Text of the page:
Recommended Vitamin D Doses The Same For African-American And Caucasian Women
Although women with darker skin tones tend to have lower levels of the biomarker used to measure Vitamin D levels, called 25-hydroxyvitamin D or 25OHD, the study found that older African-American and Caucasian women responded in the same way when they received vitamin D supplements.
Unlike many vitamins that are absorbed primarily from foods, the body's main source of vitamin D is sunlight. Vitamin D deficiency, which is primarily caused by inadequate exposure to sunlight and very poor diet, can result in abnormalities in calcium, phosphorus and bone metabolism. Vitamin D deficiency can cause rickets in children or a bone-softening condition called osteomalacia and muscle weakness in adults.
In a double-blind study that gave varying vitamin D doses to African-American and Caucasian women of similar body size, levels of the 25OHD biomarker were very similar. The findings suggest that vitamin D absorption and metabolism is the same in both groups. Researchers concluded that African-American women tend to have lower levels of the biomarker 25OHD because they naturally produce less vitamin D in the skin after sunlight exposure.
"African-American women don't have to worry about taking larger doses of vitamin D to compensate," said J. Chris Gallagher, MD, of Creighton University School of Medicine in Omaha, Neb., and lead author of the study. "They should follow the current medical guidelines for vitamin D supplementation suggested recently by the Institute of Medicine."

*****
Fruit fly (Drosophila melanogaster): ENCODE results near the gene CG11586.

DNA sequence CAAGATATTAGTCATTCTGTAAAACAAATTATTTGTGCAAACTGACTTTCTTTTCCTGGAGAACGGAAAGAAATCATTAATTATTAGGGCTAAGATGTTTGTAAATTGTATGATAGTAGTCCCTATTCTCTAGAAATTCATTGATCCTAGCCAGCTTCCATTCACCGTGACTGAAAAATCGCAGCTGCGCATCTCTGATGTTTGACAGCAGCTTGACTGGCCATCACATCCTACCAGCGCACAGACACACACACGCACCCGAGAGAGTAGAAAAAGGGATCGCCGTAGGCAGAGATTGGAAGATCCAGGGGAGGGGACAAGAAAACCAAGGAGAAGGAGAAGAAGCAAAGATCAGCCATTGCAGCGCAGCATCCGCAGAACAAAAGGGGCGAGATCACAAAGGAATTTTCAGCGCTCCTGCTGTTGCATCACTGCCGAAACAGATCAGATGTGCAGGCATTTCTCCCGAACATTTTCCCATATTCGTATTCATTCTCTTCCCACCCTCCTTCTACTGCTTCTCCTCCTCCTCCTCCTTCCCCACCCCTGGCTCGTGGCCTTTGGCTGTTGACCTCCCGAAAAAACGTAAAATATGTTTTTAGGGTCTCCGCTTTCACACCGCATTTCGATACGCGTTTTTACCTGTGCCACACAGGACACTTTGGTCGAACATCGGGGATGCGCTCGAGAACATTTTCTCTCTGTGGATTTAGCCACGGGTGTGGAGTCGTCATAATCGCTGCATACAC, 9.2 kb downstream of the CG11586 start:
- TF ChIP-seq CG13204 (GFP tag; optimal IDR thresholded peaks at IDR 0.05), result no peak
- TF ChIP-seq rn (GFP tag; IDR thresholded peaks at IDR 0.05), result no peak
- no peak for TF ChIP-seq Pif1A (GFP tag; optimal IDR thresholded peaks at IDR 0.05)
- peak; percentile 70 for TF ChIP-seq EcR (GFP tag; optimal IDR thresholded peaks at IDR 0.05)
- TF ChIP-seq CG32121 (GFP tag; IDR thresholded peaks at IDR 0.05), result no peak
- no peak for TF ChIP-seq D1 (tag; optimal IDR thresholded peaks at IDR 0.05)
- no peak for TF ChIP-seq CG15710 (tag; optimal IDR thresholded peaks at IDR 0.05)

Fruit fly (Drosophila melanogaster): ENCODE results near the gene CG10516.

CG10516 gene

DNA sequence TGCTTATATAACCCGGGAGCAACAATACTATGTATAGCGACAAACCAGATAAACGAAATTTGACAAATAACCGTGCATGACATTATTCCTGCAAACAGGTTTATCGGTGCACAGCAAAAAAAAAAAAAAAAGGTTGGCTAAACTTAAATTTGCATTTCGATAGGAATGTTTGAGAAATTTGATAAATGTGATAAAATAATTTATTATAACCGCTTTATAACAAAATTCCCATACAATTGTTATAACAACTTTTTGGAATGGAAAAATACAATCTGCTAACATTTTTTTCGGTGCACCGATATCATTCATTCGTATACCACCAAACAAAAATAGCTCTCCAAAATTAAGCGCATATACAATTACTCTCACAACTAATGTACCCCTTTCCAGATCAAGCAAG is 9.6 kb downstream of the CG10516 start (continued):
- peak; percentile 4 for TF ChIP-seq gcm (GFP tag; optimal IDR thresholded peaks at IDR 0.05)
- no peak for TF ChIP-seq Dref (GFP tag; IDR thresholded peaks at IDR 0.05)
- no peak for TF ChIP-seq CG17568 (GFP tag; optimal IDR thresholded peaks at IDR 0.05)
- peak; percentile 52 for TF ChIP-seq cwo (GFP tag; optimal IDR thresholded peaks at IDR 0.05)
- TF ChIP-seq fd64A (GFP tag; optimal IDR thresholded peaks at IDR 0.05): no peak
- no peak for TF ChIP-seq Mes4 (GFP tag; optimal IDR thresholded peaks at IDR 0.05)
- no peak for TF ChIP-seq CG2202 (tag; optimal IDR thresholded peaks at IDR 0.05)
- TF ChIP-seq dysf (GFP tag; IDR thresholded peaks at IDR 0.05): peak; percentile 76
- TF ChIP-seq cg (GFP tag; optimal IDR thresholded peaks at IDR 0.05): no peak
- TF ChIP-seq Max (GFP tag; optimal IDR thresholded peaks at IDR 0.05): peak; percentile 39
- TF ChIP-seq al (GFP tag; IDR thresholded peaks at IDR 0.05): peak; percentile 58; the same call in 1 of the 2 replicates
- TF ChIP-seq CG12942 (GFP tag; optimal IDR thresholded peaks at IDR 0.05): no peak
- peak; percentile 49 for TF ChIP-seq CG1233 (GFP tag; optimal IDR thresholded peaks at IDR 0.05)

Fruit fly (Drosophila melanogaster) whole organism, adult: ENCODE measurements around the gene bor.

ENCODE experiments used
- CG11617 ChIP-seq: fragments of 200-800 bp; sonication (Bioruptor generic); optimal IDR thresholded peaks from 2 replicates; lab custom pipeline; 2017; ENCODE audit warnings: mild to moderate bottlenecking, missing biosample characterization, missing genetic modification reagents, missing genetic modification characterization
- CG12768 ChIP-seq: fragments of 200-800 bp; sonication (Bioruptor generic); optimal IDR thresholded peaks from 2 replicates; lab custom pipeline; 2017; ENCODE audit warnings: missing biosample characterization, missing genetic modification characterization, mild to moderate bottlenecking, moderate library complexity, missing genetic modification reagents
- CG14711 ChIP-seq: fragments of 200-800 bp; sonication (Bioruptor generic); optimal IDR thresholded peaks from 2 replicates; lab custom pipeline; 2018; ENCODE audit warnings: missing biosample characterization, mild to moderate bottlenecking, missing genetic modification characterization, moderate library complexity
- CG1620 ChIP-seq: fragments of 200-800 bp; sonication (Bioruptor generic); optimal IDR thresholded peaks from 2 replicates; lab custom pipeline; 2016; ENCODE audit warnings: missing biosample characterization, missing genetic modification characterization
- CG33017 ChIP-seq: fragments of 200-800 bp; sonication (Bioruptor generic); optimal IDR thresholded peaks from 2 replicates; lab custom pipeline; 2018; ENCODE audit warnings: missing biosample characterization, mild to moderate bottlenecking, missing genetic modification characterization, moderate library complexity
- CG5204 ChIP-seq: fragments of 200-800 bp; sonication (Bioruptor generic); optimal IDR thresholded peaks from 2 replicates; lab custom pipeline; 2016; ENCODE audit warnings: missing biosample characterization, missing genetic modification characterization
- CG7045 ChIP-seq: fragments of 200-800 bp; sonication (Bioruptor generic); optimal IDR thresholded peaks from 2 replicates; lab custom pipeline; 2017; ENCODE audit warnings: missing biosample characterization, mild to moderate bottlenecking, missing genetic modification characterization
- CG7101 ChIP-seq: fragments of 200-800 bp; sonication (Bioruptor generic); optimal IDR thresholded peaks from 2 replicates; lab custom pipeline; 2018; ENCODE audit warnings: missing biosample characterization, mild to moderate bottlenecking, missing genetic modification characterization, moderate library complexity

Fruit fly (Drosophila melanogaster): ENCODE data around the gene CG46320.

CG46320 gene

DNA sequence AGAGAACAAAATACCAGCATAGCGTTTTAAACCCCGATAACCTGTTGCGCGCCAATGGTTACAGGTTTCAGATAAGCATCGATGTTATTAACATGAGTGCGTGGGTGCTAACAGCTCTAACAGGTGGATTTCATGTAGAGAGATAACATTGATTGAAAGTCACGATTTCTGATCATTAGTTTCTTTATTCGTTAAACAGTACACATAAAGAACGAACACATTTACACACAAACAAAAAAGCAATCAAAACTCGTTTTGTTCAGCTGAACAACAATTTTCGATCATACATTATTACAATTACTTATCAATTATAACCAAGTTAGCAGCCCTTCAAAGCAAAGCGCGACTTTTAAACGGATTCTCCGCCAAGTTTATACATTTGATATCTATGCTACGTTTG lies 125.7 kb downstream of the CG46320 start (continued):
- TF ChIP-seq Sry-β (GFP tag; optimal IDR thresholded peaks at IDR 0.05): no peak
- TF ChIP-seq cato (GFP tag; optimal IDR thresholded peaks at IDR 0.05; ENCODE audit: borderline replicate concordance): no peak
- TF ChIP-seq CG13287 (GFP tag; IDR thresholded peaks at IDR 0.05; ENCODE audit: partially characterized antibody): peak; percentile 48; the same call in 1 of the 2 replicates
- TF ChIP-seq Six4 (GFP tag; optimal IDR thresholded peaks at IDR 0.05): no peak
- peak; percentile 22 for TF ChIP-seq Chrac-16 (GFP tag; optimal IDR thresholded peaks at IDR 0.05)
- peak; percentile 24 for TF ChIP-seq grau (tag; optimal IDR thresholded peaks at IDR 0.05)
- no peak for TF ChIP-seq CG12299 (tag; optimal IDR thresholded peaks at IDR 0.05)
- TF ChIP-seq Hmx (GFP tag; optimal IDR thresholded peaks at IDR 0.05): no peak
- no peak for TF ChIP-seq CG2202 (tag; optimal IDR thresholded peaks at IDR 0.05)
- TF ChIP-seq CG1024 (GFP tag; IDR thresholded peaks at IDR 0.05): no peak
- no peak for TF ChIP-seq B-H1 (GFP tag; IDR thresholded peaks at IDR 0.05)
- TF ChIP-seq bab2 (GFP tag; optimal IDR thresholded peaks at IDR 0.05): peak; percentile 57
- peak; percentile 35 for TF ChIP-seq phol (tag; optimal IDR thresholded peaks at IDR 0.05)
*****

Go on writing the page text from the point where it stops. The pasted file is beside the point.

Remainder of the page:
The Endocrine Society has issued a separate set of clinical practice guidelines governing vitamin D dosage. The guidelines are available here.*
Previously there was no research in minority populations to determine whether the same guidelines applied to them. Researchers designed this study to develop dosing guidelines for older African-American women. The study, which looked at vitamin D doses in 110 African-American women between the ages of 57 and 90, was the first randomized controlled dose response study conducted in this population.
"We saw a real need to study optimal vitamin D doses in African-American women and help their health care professionals make informed medical decisions," Gallagher said.
Although exposure to sunlight increases vitamin D levels, concerns about melanoma and other types of skin cancer necessitate avoidance of excessive exposure to the sun.
Other researchers working on the study include: M. Peacock of Indiana University School of Medicine, V. Yalamanchili of Creighton University School of Medicine and L. Smith of the University of Nebraska Medical Center.
The National Institutes of Health's National Institute of Aging and Office of Dietary Supplements funded the research.
The article, "Effects of Vitamin D Supplementation in Older African American Women," appears in the March 2013 issue of JCEM.
The Endocrine Society
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